The purpose of this section is to increase your awareness of the factors that shape how a student faces the challenges of pursuing an advanced degree. No two students experience advanced study in exactly the same way. Even students with similar backgrounds and personal characteristics can experience very different challenges. Conversely, some graduate students of very different backgrounds share similar concerns, such as presenting or publishing papers and job searching.
Thus, rather than assume that students are members of discrete groups, we have chosen to discuss gender, sexual orientation and gender identity, race and ethnicity, disabilities, age, prior work experience and career aspirations, family responsibilities, and socioeconomic background as important factors that influence (but do not determine) the graduate experience. To be empowered, students should reflect on how these factors shape their particular circumstances as a graduate student. Recommendations provided here are general enough to apply no matter what your discipline, although we attempt to draw disciplinary distinctions where pertinent.
Older students can be more focused and aware of their goals for graduate school than their younger colleagues. Their maturity is an especially strong asset for graduate study because their life experiences make them familiar with complex problems and independent thinking. Even with this important advantage, older students sometimes face challenges that are less common among younger students.
Older students, especially if they have been in the workforce for several years, might worry about how they compare academically to their younger counterparts, who might be more up-to-date in the discipline or possess more experience with recent educational computing technologies.
Many older students pursue graduate school after spending a number of years running a business, leading developments in industry or the public sector, or raising a family. A difficult issue they sometimes face is learning that their hard-won, "real life" knowledge is devalued during the graduate experience. This is particularly frustrating when older students' experiences contradict the research or theory they are studying.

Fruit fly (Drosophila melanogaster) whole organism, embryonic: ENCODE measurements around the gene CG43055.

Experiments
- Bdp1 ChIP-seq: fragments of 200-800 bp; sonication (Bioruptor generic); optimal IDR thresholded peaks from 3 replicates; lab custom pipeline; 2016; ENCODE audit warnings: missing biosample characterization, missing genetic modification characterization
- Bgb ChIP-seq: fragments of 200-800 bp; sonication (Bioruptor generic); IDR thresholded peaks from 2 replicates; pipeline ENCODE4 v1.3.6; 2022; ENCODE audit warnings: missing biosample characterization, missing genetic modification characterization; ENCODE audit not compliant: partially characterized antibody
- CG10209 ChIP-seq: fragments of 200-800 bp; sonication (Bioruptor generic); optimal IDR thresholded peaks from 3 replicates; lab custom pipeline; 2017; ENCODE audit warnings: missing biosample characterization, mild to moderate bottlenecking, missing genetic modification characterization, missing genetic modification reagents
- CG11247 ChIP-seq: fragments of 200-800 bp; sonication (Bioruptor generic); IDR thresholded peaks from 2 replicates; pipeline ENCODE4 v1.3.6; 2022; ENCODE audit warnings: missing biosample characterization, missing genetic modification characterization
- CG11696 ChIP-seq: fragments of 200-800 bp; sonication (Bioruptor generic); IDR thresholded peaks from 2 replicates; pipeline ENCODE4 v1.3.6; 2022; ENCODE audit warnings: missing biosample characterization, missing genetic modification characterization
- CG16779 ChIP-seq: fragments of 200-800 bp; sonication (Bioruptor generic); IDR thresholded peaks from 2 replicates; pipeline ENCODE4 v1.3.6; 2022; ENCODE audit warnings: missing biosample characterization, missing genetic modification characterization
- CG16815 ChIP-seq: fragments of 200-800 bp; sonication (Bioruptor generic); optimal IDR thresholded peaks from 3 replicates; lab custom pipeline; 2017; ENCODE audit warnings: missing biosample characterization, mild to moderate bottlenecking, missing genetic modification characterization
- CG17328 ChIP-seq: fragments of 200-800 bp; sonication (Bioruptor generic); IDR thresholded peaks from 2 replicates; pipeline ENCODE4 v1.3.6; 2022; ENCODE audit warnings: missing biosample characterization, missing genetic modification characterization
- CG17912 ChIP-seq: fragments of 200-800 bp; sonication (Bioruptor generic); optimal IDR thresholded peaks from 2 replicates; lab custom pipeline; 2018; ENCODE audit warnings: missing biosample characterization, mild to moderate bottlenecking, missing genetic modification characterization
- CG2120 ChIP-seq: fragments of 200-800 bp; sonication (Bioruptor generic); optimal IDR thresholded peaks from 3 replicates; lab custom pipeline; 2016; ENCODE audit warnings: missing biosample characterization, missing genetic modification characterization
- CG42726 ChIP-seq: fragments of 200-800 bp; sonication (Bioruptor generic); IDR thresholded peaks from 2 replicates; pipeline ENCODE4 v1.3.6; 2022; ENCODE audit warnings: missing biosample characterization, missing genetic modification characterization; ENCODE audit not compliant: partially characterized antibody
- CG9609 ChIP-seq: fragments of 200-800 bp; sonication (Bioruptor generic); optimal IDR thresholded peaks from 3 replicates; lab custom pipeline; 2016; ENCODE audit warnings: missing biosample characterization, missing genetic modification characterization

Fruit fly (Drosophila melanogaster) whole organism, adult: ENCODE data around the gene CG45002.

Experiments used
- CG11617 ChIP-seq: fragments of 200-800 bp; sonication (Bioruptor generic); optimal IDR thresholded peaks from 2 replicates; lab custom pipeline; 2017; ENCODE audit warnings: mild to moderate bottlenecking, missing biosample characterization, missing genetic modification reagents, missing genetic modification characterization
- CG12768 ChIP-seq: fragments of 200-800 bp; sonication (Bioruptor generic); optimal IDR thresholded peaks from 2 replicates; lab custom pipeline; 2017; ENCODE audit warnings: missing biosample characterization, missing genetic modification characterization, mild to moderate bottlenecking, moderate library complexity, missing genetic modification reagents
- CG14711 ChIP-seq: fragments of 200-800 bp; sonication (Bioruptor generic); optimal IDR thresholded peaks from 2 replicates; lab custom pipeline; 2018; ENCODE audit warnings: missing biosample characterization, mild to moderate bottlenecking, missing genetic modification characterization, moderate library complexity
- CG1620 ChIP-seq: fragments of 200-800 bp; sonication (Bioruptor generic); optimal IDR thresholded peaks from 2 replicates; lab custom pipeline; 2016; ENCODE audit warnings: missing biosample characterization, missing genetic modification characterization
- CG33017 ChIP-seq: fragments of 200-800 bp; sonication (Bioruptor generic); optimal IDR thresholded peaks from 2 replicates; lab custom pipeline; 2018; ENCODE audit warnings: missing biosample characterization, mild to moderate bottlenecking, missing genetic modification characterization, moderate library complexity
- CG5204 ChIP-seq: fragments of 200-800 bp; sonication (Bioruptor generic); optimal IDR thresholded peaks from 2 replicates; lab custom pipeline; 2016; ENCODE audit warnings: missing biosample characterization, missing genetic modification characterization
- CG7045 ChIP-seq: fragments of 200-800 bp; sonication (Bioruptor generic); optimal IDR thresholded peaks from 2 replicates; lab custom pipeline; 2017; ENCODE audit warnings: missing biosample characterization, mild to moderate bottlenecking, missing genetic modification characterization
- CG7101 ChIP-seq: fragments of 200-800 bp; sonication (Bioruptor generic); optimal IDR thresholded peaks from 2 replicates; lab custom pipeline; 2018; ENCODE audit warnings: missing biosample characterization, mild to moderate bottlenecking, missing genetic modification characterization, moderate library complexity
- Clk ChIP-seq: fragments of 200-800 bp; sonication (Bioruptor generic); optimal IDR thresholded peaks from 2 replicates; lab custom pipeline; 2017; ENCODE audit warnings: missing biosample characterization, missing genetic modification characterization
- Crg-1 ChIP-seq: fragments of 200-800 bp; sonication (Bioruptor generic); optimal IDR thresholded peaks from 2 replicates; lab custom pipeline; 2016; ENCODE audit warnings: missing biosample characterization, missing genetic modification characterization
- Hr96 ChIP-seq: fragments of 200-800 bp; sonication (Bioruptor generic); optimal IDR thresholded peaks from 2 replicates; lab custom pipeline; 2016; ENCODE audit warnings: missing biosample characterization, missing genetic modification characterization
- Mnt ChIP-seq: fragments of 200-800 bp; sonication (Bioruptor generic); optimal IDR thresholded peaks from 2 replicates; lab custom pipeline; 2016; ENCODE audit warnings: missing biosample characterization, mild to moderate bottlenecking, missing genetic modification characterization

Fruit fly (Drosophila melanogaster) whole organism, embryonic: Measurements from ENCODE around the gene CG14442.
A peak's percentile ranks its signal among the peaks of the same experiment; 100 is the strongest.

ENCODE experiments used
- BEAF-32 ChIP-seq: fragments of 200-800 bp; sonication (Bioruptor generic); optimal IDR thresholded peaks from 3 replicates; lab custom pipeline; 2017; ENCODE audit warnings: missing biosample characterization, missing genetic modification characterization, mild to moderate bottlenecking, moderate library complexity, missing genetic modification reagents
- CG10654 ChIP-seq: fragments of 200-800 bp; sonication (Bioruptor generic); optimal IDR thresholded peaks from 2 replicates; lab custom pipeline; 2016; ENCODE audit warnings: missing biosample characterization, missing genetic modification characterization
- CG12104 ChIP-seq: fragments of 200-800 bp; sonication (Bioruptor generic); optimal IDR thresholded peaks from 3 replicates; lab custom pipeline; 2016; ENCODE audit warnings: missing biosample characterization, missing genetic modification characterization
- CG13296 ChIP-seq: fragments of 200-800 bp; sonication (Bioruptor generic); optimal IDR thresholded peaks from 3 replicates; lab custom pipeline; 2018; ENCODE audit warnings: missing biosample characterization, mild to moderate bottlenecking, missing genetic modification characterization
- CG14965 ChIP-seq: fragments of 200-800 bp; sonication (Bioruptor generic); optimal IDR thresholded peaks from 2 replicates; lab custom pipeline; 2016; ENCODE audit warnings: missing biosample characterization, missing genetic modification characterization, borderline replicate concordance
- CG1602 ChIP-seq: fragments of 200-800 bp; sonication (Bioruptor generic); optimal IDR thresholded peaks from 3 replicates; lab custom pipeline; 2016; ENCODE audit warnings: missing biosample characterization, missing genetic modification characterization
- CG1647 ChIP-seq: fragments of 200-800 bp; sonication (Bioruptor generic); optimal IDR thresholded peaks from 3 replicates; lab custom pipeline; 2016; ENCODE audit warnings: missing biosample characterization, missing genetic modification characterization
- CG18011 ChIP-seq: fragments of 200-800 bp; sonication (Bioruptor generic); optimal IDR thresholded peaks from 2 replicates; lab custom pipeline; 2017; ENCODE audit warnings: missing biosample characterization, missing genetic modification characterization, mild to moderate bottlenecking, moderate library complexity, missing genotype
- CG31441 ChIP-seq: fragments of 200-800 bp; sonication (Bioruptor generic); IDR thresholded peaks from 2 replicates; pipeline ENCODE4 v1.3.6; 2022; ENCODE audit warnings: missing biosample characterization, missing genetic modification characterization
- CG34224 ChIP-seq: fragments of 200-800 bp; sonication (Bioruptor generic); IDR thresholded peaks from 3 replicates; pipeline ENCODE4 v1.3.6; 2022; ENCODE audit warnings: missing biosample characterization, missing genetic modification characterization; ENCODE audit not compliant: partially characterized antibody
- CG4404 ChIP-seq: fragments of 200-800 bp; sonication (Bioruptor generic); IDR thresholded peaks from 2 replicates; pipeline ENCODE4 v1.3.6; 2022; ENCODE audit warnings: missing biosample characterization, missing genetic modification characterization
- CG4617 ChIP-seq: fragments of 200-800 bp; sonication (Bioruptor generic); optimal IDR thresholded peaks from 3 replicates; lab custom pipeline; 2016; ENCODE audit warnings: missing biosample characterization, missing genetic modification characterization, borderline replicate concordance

Older students commonly describe feeling excluded when a professor refers to an event or popular film from many years ago and then says to the entire class, "And, of course, none of you would remember that." Although not intended to be harmful, this kind of remark makes older students feel overlooked.
Because of the age differences between them and their peers, older graduate students can sometimes feel socially isolated. Many prefer to socialize in environments different from those of younger students. Also, although they do develop friendships with younger colleagues, older students are aware that some of them may be the same age as their own children.
Some students are close in age or even older than their professors, and may worry that their professors are more accustomed to interacting with younger students.
Regardless of their reasons for pursuing advanced studies, students enter graduate school today with more experience and more diverse career aspirations than ever before. For many, it is common to have had one or more career-track jobs before beginning advanced study.
Often such prior work experience sparks a person's decision to pursue a graduate degree, whether it is for love of the discipline, advancement in a current profession, entrance into a new profession, or a combination of these reasons. Thus, if real world perspectives or examples are not valued in the graduate experience, students with prior work experience can feel especially disappointed. Many graduate students want to feel valued for their prior work accomplishments, especially if those experiences were as teachers or practitioners in a field that they are now researching.